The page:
Following on from his novella Dogs of War, Adrian Tchaikovsky’s novel Bear Head is a brilliantly observed, drily funny and deeply grim science fiction story of biotech, artificial intelligence and political greed. Despite living on Mars, life for construction worker Jimmy Marten is pretty dull, but that changes when the digital awareness of Honey the bear takes up residence in his headspace wanting to make contact with her old friend Bees, the Distributed Intelligence who laid the foundations of Hellas Planitia (or Hell City, as the locals call it). These days Bees is something of a digital bogeyman however, and while Honey tries to put her fragmented memories into order, back on Earth the tide of political opinion continues to turn ever more extreme, led by the relentless, loathsome presence of World Senate hopeful Warner S. Thompson.
Set a few decades after the events of Dogs of War, this is recognisably the same version of our world, just developed along a natural – if somewhat grim – line of progression in terms of technology, politics and characters. While Bioforms (biomechanical fusions of humans and animals, from dogs and bears to lizards and mustelids) are integrated into much of society, questions of ethics in technology are being swept aside in favour of commercial gain and extremist political rhetoric. Meanwhile Hellas Planitia is being built on Mars for the benefit of Earth’s richest by poor, biomodded workers who won’t be able to reap the benefits of their labours. All this world building is utterly believable and (despite the sci-fi stylings) entirely plausible, and while there’s no requirement to read Dogs of War first as all the core elements are neatly woven in throughout, it’s worth doing if you can to really get the most out of this.
Into this combustible mix comes the erudite, sophisticated personality of Honey searching for answers, much to the confusion and irritation of Jimmy who just wants his head back (although to be fair it was his own foolishness and desperation that led to this situation in the first place). A more conventional narrator than Rex in Dogs of War, Jimmy’s tone of voice is nevertheless engaging and honest, his constant craving for a fix gradually giving way to a dawning awareness of what Mars really means to him. While Jimmy’s POV covers the action on Mars and Honey pieces together the events of her recent history back on Earth, we also see Warner Thompson through the eyes of his PA, Carole Springer. Thompson proves worryingly relevant as an antagonist, clearly influenced by a certain prominent US figure, and from Stringer’s perspective he’s a truly horrifying (yet somehow pitiful) figure, especially as the wider implications of her role become clear.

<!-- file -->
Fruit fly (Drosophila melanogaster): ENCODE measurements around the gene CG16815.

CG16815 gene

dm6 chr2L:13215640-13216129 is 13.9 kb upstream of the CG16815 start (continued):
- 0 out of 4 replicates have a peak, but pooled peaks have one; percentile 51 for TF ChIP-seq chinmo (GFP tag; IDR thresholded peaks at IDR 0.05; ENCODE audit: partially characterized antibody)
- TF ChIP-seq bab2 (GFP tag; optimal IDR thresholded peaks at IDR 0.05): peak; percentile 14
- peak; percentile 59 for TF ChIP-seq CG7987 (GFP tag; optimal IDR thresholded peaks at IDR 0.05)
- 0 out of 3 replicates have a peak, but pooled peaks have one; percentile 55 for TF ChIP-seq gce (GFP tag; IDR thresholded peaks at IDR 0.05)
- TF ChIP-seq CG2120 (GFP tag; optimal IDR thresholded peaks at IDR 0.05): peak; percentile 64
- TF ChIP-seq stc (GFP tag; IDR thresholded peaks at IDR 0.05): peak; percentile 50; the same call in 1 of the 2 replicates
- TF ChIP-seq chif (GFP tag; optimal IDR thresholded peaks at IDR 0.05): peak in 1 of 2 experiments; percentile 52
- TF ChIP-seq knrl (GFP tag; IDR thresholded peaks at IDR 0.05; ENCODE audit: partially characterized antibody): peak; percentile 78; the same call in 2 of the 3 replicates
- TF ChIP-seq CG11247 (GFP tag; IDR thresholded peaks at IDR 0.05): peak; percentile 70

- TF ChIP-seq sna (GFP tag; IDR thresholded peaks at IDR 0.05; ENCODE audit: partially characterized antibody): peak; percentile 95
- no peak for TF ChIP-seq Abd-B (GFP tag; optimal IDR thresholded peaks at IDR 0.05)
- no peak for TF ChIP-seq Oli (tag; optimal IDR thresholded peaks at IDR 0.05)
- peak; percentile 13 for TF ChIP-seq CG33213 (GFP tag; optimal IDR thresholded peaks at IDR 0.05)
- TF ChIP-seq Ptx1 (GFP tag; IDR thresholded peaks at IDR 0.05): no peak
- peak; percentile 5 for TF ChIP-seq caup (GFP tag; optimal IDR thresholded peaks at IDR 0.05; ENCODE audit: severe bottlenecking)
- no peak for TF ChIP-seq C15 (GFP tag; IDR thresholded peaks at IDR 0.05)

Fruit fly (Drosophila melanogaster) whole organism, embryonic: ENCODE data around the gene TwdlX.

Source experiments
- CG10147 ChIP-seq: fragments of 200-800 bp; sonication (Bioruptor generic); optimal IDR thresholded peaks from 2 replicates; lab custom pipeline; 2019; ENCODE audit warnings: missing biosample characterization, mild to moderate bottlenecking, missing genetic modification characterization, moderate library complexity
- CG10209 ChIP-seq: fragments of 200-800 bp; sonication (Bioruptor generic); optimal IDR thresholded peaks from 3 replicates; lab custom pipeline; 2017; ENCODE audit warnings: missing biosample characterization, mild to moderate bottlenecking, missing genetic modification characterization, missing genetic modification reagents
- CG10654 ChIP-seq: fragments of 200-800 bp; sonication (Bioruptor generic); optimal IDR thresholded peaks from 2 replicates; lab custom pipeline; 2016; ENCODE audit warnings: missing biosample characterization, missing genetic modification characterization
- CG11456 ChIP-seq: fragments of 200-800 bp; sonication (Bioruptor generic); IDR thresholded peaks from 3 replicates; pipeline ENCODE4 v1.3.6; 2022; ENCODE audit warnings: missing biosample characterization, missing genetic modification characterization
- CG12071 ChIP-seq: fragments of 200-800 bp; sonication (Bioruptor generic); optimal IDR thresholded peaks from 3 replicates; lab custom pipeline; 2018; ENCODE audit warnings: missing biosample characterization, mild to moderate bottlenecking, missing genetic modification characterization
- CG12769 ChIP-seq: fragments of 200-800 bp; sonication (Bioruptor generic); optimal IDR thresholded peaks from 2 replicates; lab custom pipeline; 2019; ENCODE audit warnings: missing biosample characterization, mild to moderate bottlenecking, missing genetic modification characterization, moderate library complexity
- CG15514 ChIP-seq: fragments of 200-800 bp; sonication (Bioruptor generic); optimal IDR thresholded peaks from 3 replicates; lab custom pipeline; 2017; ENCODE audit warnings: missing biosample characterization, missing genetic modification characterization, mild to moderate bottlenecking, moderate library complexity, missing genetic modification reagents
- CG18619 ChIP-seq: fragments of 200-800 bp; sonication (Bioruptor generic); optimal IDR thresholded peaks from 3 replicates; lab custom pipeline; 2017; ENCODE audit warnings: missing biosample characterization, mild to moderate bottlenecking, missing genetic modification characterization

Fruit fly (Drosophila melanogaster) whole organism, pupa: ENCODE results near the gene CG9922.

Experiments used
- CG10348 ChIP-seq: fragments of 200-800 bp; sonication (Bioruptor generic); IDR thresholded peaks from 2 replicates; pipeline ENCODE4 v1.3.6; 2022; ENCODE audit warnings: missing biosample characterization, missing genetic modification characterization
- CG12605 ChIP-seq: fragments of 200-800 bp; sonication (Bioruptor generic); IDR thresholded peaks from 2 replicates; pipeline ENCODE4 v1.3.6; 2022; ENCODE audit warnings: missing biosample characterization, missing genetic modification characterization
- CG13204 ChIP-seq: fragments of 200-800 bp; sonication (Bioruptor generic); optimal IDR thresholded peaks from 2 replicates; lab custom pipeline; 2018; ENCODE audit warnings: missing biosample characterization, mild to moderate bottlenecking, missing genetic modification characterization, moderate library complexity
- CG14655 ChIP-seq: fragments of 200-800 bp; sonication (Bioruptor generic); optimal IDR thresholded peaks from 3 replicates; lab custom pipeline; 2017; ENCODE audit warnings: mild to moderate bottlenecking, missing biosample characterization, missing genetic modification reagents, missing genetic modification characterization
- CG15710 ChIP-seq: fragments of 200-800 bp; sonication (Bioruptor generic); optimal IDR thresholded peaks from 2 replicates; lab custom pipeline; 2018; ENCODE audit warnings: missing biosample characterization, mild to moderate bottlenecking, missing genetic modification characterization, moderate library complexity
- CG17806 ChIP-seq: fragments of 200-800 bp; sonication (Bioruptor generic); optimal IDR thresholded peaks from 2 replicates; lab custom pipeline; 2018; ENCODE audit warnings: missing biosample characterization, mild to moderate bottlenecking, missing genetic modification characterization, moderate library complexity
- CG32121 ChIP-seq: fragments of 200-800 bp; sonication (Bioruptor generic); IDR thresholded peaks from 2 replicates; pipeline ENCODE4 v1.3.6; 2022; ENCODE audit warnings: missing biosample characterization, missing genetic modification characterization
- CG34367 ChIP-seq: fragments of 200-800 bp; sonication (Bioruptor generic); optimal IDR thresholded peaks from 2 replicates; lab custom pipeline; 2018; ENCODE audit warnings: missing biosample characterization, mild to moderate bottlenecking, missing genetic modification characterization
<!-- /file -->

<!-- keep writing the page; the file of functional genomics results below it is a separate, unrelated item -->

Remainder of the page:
Tchaikovsky keeps up a brisk pace by rotating through these viewpoints, each with its own distinct voice and representing unique angles and perspectives on the narrative, between them covering slightly different time periods which converge over the course of the book. Right from the off it’s interesting to see the realities of life on Mars through Jimmy’s (biomodded) eyes – especially if you’re familiar with characters and events from Dogs of War – but as the main thrust of the plot is gradually revealed it becomes evident just how cleverly this world and the developing narrative are tied together. Life is tough for all of the POV characters here, but Stringer in particular has it bad despite the veneer of glamour and power – beware that there are a couple of scenes that amount to sexual assault, which are uncomfortable to read to say the least – and while we mostly only see Thompson through her eyes, he proves to be a genuinely disturbing antagonist.
While (as mentioned earlier) this would work perfectly well as a standalone story, anyone who has read Dogs of War will recognise it as a natural, smart extension of the themes and ideas from the novella, expanded upon and developed still further. It’s a more conventional story this time, with a broader remit and less focus on pulse-racing action, but it’s no less powerful for that. In fact, while there’s considerable entertainment to be found as Jimmy and Honey bicker within a shared headspace, this humour is balanced out by a real sense of darkness that goes deeper even than it did in Dogs of War. Far more than just a pacy sci-fi adventure about a digital bear stuck in a man’s head, this is a story tackling big issues – questions of consent, technological ethics, free will and what constitutes ‘human’, along with a horrifying illustration of the abuse of power – without losing sight of an essential core of humanity.
Many thanks to Head of Zeus and Adrian Tchaikovsky for sending me an advance copy of Bear Head in exchange for this honest review.